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Transport for London announced on June 19 that it had selected Bombardier Transportation to supply 45 four-car electric multiple-units to operate London Overground services. The order includes an option for up to 249 additional cars, to be used for train lengthening and possible future extensions of the Overground network. The £260m contract is subject to the statutory 10-day standstill period before signing. CAF, Hitachi and Siemens had also been shortlisted for the contract.
The high-density air-conditioned trains with wide gangways are to be built at Bombardier’s Derby factory for entry into service from 2018; 31 will run only on 25 kV overhead electrification and the rest will be dual-voltage to enable them to run on third-rail power supply too.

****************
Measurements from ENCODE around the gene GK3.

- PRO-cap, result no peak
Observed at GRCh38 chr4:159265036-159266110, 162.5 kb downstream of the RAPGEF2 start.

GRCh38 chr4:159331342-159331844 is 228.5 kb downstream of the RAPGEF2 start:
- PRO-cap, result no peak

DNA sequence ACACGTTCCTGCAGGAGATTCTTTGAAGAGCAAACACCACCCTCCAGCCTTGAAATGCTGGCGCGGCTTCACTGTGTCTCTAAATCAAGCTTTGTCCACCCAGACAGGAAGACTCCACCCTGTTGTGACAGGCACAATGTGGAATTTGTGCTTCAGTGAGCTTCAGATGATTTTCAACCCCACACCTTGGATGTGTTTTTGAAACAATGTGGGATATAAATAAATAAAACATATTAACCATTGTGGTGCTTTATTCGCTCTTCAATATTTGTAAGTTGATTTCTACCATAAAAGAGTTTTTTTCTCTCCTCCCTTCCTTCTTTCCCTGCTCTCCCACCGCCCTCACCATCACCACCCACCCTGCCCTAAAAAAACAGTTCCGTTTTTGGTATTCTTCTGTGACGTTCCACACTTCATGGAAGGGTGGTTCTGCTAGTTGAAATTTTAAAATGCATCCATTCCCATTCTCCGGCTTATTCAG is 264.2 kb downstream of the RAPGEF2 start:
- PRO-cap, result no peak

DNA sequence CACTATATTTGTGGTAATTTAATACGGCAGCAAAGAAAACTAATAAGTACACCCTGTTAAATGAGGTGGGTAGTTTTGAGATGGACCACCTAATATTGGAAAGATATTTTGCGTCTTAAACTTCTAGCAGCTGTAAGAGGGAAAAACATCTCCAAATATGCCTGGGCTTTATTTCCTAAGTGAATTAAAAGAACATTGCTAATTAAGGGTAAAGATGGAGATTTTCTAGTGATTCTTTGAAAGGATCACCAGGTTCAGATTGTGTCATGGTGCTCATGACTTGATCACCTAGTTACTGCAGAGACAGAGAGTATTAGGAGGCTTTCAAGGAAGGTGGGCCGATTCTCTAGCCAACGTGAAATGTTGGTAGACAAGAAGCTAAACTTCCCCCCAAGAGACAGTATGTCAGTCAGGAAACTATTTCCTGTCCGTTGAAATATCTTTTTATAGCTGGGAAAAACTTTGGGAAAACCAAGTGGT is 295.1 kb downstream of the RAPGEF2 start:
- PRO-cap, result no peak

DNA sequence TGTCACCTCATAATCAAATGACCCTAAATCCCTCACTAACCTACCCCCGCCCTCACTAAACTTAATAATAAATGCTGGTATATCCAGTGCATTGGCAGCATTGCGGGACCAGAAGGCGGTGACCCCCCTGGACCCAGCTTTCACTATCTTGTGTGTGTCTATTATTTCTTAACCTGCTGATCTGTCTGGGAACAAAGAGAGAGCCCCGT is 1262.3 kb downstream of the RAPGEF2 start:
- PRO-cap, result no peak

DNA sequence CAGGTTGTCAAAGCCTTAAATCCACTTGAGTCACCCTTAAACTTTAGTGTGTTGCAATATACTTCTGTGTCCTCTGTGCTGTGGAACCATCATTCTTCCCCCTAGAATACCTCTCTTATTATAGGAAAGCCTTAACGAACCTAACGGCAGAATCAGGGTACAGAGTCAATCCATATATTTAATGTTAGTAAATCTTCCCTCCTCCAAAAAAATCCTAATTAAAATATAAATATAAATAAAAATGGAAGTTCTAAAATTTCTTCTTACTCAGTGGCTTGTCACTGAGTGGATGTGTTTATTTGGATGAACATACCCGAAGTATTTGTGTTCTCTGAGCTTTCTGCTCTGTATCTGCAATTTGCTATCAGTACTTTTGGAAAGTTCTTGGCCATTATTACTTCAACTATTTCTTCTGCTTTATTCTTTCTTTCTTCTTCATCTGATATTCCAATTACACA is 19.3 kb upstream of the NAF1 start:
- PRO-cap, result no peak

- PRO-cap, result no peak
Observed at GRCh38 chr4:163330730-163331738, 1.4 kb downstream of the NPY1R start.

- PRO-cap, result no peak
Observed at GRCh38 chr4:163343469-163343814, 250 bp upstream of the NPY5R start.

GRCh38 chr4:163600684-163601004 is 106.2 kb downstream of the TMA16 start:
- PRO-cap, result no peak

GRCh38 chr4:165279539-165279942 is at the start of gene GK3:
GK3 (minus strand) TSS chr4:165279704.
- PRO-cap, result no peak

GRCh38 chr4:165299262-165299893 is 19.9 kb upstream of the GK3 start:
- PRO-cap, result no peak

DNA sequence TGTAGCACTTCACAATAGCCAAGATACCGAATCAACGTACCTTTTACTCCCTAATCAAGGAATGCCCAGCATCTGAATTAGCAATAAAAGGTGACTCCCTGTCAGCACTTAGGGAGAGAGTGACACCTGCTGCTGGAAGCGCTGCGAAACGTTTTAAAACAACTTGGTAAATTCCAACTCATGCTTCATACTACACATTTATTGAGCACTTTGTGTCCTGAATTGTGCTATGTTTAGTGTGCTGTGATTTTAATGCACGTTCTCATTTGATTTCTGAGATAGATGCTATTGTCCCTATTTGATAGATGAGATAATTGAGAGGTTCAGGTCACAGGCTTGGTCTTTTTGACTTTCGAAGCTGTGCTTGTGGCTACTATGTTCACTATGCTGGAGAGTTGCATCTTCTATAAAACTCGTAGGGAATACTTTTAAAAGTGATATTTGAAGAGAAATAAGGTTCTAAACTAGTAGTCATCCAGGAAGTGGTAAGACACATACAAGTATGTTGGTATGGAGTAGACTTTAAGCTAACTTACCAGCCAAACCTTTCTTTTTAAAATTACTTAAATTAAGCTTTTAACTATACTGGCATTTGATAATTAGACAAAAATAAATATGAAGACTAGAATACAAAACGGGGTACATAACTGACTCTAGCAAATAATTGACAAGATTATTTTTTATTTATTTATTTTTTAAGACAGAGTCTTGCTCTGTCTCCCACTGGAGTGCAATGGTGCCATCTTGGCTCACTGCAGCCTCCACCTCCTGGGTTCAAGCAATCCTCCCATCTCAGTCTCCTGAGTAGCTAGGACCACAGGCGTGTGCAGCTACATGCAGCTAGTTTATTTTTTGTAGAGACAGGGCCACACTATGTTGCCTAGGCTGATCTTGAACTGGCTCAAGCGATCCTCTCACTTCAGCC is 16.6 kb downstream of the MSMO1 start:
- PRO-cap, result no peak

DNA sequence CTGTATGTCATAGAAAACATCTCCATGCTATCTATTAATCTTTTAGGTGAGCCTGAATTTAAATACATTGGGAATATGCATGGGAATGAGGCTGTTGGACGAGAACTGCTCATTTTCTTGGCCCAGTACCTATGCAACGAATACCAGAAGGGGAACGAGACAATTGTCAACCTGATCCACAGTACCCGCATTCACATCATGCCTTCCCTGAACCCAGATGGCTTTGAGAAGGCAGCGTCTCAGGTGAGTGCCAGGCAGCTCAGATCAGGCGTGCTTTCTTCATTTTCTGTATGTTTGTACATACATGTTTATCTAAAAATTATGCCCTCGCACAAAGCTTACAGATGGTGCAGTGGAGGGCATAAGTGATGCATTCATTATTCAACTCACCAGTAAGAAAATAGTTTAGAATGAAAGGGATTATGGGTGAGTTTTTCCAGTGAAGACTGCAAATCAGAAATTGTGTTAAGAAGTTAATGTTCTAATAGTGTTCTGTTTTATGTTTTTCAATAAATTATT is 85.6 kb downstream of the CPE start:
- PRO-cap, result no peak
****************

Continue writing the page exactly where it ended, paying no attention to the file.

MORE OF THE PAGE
Eight trainsets would be used to operate the Gospel Oak – Barking route, currently operated with two-car diesel multiple-units. Electrification of this route is due to be completed in 2017. A further 30 would replace the fleet of Class 315 and Class 317 EMUs on the West Anglia routes from Liverpool Street, which were transferred to the Overground operating concession on May 31, and one would be used on the Romford – Upminster line. Six EMUs are to be put into service on the remaining Overground routes.
‘These 45 new trains will significantly improve the comfort, reliability and overall quality of train services for our customers’, said TfL’s Managing Director of London Rail Mike Brown. ‘Some of the trains we have inherited along the West Anglia route are over 30 years old and have not been in use for some time.’
TfL is to spend £2m on refurbishment of the existing West Anglia fleet until the new trains arrive.
This article first appeared on www.railwaygazette.com
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